I recommend what spencer stated.  Get a hard science/tech/engineering degree.  You can actually make some good money in those fields without getting an advanced degree.  If you want to get an advanced degree in those fields you can make a solid living.

 

If you like numbers stay away from business and get a math/stats degree.  There are some good jobs in those fields too. 

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I'm an Executive Director of an HR company used by restaurant delivery companies. Love my job.

 

BA History - I finished roughly 70% of a Masters in Education & Credential combo before realizing I would absolutely hate teaching. Cut my losses at 25 and got an entry level job @ $25K/year. Moved into middle management with that company before being laid off during the recession in 2008. 

 

We hire our career level people at $30-$35K to start. They quickly move up to the $45-$50K range within a couple years. I look for young people with degrees and no specialization - people we can educate and develop into well-rounded manager/sales/account manager types. 

 

Job security is always an issue with small businesses, but it isn't anything I worry about. 

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If I was in your shoes I'd probably look real hard at getting that "free" education. Growing up I had an athletes mindset like one needed to be established in their 20's or there was some sort of expiration date like athletes have....it's different in the real world. I see many people make career changes or start careers at all ages that become successful.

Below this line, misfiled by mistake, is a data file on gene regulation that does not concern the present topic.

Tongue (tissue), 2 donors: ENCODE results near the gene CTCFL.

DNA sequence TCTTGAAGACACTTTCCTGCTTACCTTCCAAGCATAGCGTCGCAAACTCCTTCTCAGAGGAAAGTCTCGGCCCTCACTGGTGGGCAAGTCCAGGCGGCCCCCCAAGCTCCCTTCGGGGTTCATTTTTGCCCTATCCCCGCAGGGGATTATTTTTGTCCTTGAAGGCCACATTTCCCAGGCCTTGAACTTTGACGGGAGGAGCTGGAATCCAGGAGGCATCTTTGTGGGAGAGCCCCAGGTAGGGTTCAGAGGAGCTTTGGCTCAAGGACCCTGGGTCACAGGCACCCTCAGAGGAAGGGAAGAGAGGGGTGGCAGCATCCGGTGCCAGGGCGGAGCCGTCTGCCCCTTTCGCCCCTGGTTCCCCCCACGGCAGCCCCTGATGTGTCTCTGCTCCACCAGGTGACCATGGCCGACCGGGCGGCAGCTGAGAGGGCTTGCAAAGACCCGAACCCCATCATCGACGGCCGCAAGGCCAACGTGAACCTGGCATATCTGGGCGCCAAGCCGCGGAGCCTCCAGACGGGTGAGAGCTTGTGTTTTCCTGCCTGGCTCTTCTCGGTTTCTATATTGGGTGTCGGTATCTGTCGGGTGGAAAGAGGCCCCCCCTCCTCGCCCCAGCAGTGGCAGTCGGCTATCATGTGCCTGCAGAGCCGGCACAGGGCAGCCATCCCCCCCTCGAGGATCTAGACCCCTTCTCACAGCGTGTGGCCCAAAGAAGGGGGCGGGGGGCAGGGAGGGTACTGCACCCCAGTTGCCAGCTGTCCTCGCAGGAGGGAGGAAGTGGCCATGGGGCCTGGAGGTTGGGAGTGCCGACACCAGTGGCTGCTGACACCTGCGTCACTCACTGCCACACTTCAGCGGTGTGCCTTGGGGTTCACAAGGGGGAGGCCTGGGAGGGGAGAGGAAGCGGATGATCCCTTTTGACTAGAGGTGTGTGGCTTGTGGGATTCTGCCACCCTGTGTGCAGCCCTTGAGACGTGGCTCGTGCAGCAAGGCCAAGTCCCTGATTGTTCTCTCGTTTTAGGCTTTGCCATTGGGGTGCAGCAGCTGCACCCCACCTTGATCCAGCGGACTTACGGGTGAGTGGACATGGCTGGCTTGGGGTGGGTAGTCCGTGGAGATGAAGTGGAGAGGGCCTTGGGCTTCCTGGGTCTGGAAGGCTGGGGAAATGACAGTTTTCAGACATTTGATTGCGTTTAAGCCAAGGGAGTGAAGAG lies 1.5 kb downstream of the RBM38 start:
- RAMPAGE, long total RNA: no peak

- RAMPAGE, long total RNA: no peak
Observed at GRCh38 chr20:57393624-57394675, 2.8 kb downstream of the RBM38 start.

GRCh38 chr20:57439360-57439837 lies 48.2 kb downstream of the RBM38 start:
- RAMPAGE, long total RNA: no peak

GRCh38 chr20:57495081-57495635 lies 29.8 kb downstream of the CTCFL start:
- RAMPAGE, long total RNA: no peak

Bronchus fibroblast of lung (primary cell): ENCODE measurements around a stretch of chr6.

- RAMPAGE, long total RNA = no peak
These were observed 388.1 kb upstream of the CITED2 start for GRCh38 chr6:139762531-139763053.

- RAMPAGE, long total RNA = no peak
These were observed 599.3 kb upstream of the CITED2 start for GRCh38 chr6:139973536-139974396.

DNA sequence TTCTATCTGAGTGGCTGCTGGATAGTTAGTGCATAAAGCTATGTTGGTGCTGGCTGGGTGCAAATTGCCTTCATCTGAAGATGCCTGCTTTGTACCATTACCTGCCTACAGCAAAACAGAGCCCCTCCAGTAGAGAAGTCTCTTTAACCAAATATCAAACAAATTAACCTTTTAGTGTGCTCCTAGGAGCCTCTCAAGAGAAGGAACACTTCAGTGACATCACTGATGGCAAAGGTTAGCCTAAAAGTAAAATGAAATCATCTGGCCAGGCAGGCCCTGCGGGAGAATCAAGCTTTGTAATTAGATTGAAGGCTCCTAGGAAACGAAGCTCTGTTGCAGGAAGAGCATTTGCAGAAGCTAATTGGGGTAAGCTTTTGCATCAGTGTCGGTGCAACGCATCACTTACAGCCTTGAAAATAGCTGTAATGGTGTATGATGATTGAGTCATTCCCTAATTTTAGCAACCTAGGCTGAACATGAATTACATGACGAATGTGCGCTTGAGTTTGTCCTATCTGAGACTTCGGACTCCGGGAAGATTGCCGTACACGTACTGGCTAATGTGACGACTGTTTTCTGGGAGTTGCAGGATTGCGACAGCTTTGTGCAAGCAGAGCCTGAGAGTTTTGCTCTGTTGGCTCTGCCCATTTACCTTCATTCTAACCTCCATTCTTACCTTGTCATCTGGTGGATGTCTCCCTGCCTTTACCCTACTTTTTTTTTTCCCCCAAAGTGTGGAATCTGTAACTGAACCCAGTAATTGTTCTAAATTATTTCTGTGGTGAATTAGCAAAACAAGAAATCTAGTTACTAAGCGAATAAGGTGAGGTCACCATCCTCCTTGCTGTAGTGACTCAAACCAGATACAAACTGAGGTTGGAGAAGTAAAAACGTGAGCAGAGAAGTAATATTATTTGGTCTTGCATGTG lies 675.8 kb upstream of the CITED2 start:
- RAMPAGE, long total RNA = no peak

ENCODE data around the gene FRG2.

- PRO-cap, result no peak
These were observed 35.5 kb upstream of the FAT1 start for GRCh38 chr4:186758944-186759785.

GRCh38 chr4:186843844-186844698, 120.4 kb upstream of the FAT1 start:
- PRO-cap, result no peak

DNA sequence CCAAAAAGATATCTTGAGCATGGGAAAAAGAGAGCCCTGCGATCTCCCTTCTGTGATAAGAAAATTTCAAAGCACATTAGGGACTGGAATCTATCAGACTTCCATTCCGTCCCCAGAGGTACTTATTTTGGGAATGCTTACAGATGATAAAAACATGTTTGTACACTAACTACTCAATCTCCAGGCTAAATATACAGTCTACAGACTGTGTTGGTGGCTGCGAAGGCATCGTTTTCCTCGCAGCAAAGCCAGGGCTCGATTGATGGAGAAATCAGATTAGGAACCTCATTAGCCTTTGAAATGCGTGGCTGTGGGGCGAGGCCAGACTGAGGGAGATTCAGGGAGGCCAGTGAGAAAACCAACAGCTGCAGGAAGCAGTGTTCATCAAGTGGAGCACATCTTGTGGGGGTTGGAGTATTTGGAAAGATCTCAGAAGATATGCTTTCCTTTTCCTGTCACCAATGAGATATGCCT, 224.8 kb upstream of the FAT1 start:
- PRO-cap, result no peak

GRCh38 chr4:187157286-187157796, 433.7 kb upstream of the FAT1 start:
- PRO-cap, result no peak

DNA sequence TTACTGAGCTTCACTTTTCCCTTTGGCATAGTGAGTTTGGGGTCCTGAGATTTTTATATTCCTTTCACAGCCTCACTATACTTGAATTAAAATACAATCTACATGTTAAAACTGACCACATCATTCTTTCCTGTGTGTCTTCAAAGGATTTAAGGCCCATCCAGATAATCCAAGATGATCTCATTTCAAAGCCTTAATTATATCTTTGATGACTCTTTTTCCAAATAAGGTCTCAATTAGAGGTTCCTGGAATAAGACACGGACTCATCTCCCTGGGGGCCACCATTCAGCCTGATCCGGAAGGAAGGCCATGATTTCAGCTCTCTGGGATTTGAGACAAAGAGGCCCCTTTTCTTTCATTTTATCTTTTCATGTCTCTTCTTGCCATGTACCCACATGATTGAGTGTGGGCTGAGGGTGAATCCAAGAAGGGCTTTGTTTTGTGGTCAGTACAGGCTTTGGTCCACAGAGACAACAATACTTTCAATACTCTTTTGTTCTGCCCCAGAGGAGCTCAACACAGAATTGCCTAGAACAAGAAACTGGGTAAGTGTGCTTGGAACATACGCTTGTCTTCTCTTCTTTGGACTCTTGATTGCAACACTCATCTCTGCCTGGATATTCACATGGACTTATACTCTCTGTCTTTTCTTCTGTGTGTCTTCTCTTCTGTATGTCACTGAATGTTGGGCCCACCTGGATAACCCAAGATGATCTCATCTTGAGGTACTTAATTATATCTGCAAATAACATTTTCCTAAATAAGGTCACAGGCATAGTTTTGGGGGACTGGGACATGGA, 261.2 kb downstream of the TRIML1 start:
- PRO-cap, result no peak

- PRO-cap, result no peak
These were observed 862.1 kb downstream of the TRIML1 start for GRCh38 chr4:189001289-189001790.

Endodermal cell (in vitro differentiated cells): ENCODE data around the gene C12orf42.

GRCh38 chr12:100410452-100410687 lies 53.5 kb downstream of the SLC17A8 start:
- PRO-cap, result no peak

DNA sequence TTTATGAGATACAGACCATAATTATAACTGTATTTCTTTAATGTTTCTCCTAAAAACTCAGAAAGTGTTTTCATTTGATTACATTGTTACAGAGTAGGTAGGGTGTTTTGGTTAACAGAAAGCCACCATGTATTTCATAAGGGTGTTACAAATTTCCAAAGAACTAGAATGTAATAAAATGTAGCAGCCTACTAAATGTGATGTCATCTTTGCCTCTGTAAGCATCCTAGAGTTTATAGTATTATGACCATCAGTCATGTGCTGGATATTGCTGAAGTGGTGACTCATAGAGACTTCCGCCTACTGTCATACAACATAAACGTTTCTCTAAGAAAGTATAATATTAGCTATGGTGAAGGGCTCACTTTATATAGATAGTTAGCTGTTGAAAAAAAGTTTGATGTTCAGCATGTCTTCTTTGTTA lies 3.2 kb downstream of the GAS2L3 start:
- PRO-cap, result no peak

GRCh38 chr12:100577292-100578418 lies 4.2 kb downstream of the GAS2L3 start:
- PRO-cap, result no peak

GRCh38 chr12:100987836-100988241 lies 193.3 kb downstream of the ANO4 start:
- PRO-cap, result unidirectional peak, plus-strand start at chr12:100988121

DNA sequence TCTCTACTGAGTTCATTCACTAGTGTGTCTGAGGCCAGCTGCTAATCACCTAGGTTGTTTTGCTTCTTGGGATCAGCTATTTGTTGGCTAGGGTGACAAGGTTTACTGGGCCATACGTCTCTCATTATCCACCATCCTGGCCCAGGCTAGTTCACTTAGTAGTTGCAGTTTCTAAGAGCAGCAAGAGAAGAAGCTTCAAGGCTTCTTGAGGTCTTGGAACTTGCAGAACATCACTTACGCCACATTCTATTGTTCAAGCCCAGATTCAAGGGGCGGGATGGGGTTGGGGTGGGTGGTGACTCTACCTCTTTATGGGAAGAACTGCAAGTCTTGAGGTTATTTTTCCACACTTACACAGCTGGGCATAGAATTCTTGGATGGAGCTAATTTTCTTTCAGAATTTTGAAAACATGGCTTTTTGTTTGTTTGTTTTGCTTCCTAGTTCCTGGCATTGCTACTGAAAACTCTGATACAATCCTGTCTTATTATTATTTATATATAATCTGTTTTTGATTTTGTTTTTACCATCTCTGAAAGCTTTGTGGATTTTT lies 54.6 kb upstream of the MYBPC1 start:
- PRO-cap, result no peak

Be pragmatic and have a long term view opposed to just focusing on money, interests, or just one aspect of importance....you'll find a lot of people changed their opinion on their major or career, or it simply wasnt what they expected or wanted in the lomg run. So really factor in everything that's important, but also practical and also what's practical for you.

 

I can't help with any of the question you posed.....entreprenuer is what society would classifiy me as. I like the freedom and I like learning and bouncing around different industries, but you also make your own income and things like tying up capital in larger investments or waiting to be paid is a drawback.

 

It would be tougher, as there is an age prejudice, but I would take that free education and get degrees in economics and jump into the financial industry and work up to be a hedge fund manager or real estate development, personally speaking, but my perception is skewed and I'm money oriented more than other factors.